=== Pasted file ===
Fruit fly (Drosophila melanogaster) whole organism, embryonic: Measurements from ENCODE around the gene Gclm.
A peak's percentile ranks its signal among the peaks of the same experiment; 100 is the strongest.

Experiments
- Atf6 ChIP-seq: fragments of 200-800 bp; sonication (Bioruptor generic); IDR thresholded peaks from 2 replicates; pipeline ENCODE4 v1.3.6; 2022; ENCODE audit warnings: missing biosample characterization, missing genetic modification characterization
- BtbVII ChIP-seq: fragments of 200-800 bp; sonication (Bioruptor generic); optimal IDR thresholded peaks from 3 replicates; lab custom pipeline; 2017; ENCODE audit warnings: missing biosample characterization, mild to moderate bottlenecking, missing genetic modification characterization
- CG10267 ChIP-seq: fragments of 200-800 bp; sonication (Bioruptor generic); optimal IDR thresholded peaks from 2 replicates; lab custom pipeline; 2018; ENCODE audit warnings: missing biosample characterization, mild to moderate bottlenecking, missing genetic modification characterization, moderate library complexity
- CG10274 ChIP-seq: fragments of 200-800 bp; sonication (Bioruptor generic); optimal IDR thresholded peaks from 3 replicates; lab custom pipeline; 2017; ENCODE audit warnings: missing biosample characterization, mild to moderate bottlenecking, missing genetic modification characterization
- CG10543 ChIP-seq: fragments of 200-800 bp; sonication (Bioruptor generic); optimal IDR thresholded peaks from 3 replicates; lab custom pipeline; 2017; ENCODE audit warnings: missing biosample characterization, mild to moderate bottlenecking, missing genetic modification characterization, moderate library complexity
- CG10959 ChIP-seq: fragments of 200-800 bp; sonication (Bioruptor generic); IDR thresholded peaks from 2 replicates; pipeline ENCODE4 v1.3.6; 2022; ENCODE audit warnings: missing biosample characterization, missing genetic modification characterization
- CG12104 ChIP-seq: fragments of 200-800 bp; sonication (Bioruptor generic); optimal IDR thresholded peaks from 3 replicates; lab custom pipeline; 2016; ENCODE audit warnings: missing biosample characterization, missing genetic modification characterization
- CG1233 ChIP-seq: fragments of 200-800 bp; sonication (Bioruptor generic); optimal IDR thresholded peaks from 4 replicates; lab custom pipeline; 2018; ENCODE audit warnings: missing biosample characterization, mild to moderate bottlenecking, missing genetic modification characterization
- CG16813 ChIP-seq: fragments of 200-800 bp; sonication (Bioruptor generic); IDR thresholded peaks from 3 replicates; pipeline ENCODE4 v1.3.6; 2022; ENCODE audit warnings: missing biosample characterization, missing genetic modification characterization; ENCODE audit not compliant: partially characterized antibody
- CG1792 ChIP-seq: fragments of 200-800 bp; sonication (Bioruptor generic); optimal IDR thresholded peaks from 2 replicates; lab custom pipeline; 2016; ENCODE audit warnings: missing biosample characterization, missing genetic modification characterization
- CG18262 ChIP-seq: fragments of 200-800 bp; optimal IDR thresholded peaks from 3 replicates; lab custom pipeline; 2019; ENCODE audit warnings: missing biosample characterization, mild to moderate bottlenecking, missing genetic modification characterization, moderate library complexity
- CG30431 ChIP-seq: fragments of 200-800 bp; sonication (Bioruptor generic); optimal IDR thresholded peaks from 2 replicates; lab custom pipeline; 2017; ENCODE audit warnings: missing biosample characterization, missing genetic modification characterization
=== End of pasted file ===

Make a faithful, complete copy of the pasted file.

Fruit fly (Drosophila melanogaster) whole organism, embryonic: Measurements from ENCODE around the gene Gclm.
A peak's percentile ranks its signal among the peaks of the same experiment; 100 is the strongest.

Experiments
- Atf6 ChIP-seq: fragments of 200-800 bp; sonication (Bioruptor generic); IDR thresholded peaks from 2 replicates; pipeline ENCODE4 v1.3.6; 2022; ENCODE audit warnings: missing biosample characterization, missing genetic modification characterization
- BtbVII ChIP-seq: fragments of 200-800 bp; sonication (Bioruptor generic); optimal IDR thresholded peaks from 3 replicates; lab custom pipeline; 2017; ENCODE audit warnings: missing biosample characterization, mild to moderate bottlenecking, missing genetic modification characterization
- CG10267 ChIP-seq: fragments of 200-800 bp; sonication (Bioruptor generic); optimal IDR thresholded peaks from 2 replicates; lab custom pipeline; 2018; ENCODE audit warnings: missing biosample characterization, mild to moderate bottlenecking, missing genetic modification characterization, moderate library complexity
- CG10274 ChIP-seq: fragments of 200-800 bp; sonication (Bioruptor generic); optimal IDR thresholded peaks from 3 replicates; lab custom pipeline; 2017; ENCODE audit warnings: missing biosample characterization, mild to moderate bottlenecking, missing genetic modification characterization
- CG10543 ChIP-seq: fragments of 200-800 bp; sonication (Bioruptor generic); optimal IDR thresholded peaks from 3 replicates; lab custom pipeline; 2017; ENCODE audit warnings: missing biosample characterization, mild to moderate bottlenecking, missing genetic modification characterization, moderate library complexity
- CG10959 ChIP-seq: fragments of 200-800 bp; sonication (Bioruptor generic); IDR thresholded peaks from 2 replicates; pipeline ENCODE4 v1.3.6; 2022; ENCODE audit warnings: missing biosample characterization, missing genetic modification characterization
- CG12104 ChIP-seq: fragments of 200-800 bp; sonication (Bioruptor generic); optimal IDR thresholded peaks from 3 replicates; lab custom pipeline; 2016; ENCODE audit warnings: missing biosample characterization, missing genetic modification characterization
- CG1233 ChIP-seq: fragments of 200-800 bp; sonication (Bioruptor generic); optimal IDR thresholded peaks from 4 replicates; lab custom pipeline; 2018; ENCODE audit warnings: missing biosample characterization, mild to moderate bottlenecking, missing genetic modification characterization
- CG16813 ChIP-seq: fragments of 200-800 bp; sonication (Bioruptor generic); IDR thresholded peaks from 3 replicates; pipeline ENCODE4 v1.3.6; 2022; ENCODE audit warnings: missing biosample characterization, missing genetic modification characterization; ENCODE audit not compliant: partially characterized antibody
- CG1792 ChIP-seq: fragments of 200-800 bp; sonication (Bioruptor generic); optimal IDR thresholded peaks from 2 replicates; lab custom pipeline; 2016; ENCODE audit warnings: missing biosample characterization, missing genetic modification characterization
- CG18262 ChIP-seq: fragments of 200-800 bp; optimal IDR thresholded peaks from 3 replicates; lab custom pipeline; 2019; ENCODE audit warnings: missing biosample characterization, mild to moderate bottlenecking, missing genetic modification characterization, moderate library complexity
- CG30431 ChIP-seq: fragments of 200-800 bp; sonication (Bioruptor generic); optimal IDR thresholded peaks from 2 replicates; lab custom pipeline; 2017; ENCODE audit warnings: missing biosample characterization, missing genetic modification characterization